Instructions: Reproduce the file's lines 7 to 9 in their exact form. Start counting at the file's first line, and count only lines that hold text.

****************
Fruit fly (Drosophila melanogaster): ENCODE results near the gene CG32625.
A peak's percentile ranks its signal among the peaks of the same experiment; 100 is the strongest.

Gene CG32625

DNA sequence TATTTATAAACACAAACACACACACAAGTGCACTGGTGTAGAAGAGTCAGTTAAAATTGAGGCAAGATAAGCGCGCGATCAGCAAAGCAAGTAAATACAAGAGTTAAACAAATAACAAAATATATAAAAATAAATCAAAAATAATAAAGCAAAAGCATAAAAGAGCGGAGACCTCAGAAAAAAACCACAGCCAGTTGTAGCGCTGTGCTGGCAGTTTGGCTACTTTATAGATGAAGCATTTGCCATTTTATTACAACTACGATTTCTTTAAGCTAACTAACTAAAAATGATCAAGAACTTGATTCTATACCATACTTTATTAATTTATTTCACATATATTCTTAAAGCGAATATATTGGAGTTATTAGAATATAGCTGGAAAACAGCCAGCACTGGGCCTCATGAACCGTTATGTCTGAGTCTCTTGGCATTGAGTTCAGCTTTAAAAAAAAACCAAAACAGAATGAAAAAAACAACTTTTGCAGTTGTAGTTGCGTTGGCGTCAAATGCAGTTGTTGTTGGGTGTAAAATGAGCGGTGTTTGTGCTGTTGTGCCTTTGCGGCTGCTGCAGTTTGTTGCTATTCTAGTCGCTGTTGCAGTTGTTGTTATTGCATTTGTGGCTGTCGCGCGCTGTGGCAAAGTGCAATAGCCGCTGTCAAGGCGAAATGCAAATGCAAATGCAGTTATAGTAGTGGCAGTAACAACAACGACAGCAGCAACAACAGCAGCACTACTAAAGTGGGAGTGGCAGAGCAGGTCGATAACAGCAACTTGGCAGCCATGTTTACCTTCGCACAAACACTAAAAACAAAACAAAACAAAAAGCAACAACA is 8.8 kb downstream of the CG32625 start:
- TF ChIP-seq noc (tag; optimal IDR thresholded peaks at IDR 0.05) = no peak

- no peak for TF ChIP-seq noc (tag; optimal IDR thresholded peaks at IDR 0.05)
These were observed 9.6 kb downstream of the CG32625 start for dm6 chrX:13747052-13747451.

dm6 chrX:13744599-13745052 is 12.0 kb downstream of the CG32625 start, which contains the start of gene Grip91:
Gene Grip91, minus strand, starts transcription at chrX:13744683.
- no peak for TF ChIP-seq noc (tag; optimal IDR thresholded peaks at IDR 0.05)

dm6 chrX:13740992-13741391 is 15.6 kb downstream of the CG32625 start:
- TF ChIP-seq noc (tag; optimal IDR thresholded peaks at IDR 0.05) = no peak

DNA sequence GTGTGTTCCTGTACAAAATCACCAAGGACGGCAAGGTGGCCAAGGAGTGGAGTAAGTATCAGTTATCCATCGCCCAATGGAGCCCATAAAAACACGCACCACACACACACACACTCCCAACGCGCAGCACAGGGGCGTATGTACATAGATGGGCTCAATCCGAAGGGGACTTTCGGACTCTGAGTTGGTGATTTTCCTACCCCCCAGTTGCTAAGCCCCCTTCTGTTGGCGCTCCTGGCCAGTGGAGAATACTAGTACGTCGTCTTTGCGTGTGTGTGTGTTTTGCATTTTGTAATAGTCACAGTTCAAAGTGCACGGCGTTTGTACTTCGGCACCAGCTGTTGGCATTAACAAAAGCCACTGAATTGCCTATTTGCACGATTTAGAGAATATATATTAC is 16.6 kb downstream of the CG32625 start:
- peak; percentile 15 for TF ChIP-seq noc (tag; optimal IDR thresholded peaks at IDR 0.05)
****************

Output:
These were observed 9.6 kb downstream of the CG32625 start for dm6 chrX:13747052-13747451.

dm6 chrX:13744599-13745052 is 12.0 kb downstream of the CG32625 start, which contains the start of gene Grip91:
Gene Grip91, minus strand, starts transcription at chrX:13744683.